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11-02 "Ethics and the Economist: What Climate Change Demands of Us"

  • Julie A. Nelson

Climate change is changing not only our physical world, but also our intellectual, social, and moral worlds. We are realizing that our situation is profoundly unsafe, interdependent, and uncertain. What, then, does climate change demand of us, as human beings and as economists? A discipline of economics based on Enlightenment notions of mechanism and disembodied rationality is not suited to present problems. This essay suggests three major requirements: first, that we take action; second, that we work together; and third, that we focus on avoiding the worst, rather than obtaining the optimal. The essay concludes with suggestions of specific steps that economists can take as researchers, teachers, and in our other roles.

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File URL: http://www.ase.tufts.edu/gdae/Pubs/wp/11-02EthicsandEconomists.pdf
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Paper provided by GDAE, Tufts University in its series GDAE Working Papers with number 11-02.

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Date of creation: May 2011
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Handle: RePEc:dae:daepap:11-02
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  1. Richard B. Howarth, 2003. "Discounting and sustainability: towards reconciliation," International Journal of Sustainable Development, Inderscience Enterprises Ltd, vol. 6(1), pages 87-97.
  2. Martin L. Weitzman, 2009. "On Modeling and Interpreting the Economics of Catastrophic Climate Change," The Review of Economics and Statistics, MIT Press, vol. 91(1), pages 1-19, February.
  3. Elizabeth Stanton, 2011. "Negishi welfare weights in integrated assessment models: the mathematics of global inequality," Climatic Change, Springer, vol. 107(3), pages 417-432, August.
  4. Daniel Kahneman, 2003. "Maps of Bounded Rationality: Psychology for Behavioral Economics," American Economic Review, American Economic Association, vol. 93(5), pages 1449-1475, December.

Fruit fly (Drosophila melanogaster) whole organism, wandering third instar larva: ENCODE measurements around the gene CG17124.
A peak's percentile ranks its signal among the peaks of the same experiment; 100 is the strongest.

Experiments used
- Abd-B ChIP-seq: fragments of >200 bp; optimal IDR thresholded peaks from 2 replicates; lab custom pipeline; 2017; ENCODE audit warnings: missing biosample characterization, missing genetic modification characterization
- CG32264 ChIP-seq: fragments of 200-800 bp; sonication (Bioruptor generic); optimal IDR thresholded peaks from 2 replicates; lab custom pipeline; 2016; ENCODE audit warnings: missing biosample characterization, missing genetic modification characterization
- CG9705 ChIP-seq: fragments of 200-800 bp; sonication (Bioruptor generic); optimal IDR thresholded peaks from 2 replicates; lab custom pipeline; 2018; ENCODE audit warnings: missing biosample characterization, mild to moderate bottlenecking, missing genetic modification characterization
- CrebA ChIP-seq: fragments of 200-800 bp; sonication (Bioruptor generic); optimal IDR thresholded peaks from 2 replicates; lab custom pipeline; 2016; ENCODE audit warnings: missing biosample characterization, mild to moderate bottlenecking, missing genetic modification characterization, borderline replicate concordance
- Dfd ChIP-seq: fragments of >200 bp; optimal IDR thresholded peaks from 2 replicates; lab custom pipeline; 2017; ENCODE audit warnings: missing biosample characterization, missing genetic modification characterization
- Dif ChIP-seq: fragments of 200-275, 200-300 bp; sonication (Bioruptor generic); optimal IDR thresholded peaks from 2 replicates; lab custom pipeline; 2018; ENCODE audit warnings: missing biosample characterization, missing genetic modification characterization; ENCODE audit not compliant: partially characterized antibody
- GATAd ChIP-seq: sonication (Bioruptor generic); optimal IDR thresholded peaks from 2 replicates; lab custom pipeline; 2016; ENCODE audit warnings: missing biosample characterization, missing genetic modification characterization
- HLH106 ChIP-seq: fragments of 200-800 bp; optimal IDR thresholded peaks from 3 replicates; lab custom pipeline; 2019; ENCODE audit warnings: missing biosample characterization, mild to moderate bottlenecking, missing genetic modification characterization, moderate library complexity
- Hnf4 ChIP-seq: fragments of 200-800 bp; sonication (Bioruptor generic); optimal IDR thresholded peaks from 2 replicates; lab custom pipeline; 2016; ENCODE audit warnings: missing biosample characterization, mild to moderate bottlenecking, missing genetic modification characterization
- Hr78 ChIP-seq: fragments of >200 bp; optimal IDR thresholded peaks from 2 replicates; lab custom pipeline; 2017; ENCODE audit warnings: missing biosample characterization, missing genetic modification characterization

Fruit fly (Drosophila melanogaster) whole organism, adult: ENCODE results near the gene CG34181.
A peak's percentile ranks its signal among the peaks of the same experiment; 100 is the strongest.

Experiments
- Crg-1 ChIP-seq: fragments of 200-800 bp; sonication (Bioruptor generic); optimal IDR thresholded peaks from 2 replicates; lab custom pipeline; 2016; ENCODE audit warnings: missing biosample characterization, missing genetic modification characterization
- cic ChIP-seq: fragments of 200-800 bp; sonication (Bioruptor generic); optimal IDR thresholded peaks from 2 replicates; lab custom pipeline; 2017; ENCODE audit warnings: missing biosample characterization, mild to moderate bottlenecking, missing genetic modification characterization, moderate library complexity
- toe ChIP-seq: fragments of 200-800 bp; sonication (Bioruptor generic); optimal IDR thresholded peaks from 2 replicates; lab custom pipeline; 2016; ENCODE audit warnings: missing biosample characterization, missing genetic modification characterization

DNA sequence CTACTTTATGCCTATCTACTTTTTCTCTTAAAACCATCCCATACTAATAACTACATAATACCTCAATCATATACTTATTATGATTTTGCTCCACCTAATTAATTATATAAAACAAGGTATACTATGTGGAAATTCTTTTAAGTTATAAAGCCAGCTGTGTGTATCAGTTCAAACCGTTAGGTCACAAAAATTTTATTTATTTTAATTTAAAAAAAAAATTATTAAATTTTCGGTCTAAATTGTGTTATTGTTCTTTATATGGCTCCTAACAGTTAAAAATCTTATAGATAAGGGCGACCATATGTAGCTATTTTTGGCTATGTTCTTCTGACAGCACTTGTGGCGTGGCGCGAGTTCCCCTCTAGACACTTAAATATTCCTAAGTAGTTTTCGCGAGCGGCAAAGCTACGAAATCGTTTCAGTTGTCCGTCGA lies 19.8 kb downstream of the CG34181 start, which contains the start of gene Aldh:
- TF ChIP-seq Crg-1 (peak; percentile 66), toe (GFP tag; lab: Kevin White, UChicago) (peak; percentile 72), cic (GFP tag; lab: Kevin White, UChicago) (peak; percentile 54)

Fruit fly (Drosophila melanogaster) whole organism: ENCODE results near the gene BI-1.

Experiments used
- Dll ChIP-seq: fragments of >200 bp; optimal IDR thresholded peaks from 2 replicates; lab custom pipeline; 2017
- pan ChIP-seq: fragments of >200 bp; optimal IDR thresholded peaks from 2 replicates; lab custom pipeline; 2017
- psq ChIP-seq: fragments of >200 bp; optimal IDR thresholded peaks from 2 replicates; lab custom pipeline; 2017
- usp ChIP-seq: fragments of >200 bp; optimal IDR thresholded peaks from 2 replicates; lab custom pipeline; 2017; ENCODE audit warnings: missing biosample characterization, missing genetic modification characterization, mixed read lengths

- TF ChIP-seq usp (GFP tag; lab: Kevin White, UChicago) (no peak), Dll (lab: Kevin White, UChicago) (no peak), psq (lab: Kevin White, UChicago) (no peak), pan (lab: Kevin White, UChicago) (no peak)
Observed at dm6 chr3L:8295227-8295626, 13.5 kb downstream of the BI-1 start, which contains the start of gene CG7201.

5. Simon Dietz & Nicholas Stern, 2008. "Why Economic Analysis Supports Strong Action on Climate Change: A Response to the Stern Review's Critics," Review of Environmental Economics and Policy, Association of Environmental and Resource Economists, vol. 2(1), pages 94-113, Winter.
  6. Jonathan M. Harris, . "01-09 "Macroeconomic Policy and Sustainability"," GDAE Working Papers 01-09, GDAE, Tufts University.
  7. Julie A. Nelson, 1995. "Feminism and Economics," Journal of Economic Perspectives, American Economic Association, vol. 9(2), pages 131-148, Spring.
  8. Kevin P. Gallagher & Francisco Aguayo, . "01-06 "The $6.1 Million Dollar Question"," GDAE Working Papers 01-06, GDAE, Tufts University.
  9. Ackerman, Frank & Munitz, Charles, 2012. "Climate damages in the FUND model: A disaggregated analysis," Ecological Economics, Elsevier, vol. 77(C), pages 219-224.
  10. Frank Ackerman & Ian J. Finlayson, . "06-07 “The Economics of Inaction on Climate Change: A Sensitivity Analysis”," GDAE Working Papers 06-07, GDAE, Tufts University.
  11. Benedetto Gui & Luca Stanca, 2010. "Happiness and relational goods: well-being and interpersonal relations in the economic sphere," International Review of Economics, Springer, vol. 57(2), pages 105-118, June.
  12. Dasgupta, Partha, 2007. "Economics: A Very Short Introduction," OUP Catalogue, Oxford University Press, number 9780192853455, March.
  13. Dasgupta, Partha, 2005. "What Do Economists Analyze And Why: Values Or Facts?," Economics and Philosophy, Cambridge University Press, vol. 21(02), pages 221-278, October.
  14. Robert H. Frank & Thomas Gilovich & Dennis T. Regan, 1993. "Does Studying Economics Inhibit Cooperation?," Journal of Economic Perspectives, American Economic Association, vol. 7(2), pages 159-171, Spring.
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